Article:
After his highly important Modernist period, in which he successively represented a special echo of French Impressionism and gave his personal view of Symbolism, while at the same time becoming one of the main authors in the Catalan language, Santiago Rusiñol discovered the gardens at Aranjuez in 1898. Although he did not show much enthusiasm for the place at first, it soon became one of his favourite pictorial motifs. Indeed, he went there so frequently that he was appointed “Honourable Head Gardener of the Royal Gardens of Aranjuez” by Alfonso XIII, precisely in the same year in which he painted this picture (1916).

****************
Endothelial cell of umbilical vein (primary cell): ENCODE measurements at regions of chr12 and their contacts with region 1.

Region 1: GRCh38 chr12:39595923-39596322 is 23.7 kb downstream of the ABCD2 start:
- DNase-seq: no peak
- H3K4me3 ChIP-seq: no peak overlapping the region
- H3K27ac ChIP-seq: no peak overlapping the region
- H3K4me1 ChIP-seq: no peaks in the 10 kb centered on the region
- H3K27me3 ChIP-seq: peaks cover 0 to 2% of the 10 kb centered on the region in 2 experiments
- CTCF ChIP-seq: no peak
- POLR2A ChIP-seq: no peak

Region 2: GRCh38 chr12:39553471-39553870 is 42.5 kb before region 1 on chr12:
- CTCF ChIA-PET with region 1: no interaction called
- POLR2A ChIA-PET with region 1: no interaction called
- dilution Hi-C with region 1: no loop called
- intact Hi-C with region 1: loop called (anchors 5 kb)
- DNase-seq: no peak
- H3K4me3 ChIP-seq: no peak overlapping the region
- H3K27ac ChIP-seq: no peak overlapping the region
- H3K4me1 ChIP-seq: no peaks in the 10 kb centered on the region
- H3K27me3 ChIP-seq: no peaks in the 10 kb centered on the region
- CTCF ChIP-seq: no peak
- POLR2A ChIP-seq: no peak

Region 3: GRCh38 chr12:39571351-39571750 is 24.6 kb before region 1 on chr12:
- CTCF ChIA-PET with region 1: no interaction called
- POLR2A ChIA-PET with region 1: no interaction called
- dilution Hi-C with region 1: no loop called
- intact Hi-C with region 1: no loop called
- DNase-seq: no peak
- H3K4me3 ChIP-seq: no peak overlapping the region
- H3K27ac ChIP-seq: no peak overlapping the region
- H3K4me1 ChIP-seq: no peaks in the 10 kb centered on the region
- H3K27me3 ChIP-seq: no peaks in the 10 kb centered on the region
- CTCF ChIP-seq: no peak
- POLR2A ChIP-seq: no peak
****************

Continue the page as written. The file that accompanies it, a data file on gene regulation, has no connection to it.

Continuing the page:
Rusiñol’s gardens – a theme that lasted until his death (coincidentally also in Aranjuez) - often ended up being repetitive and formulaic, and were looked down upon by critics for a long time, although they were moderately vindicated by several French art historians (Jean-Paul Cruz, Genevieve Barbée and Elisée Trenc) as genuine exponents of pictorial Symbolism.
The painting in question belongs to the culminating period of Rusiñol’s maturity as a garden painter: the powerful presence of the tall plane trees, the play of the vertical lines of their thick trunks, the evocative theme of the path disappearing into the distance (so dear to Rusiñol, the eternal painter), make this work one of the artist’s most successful and convincing.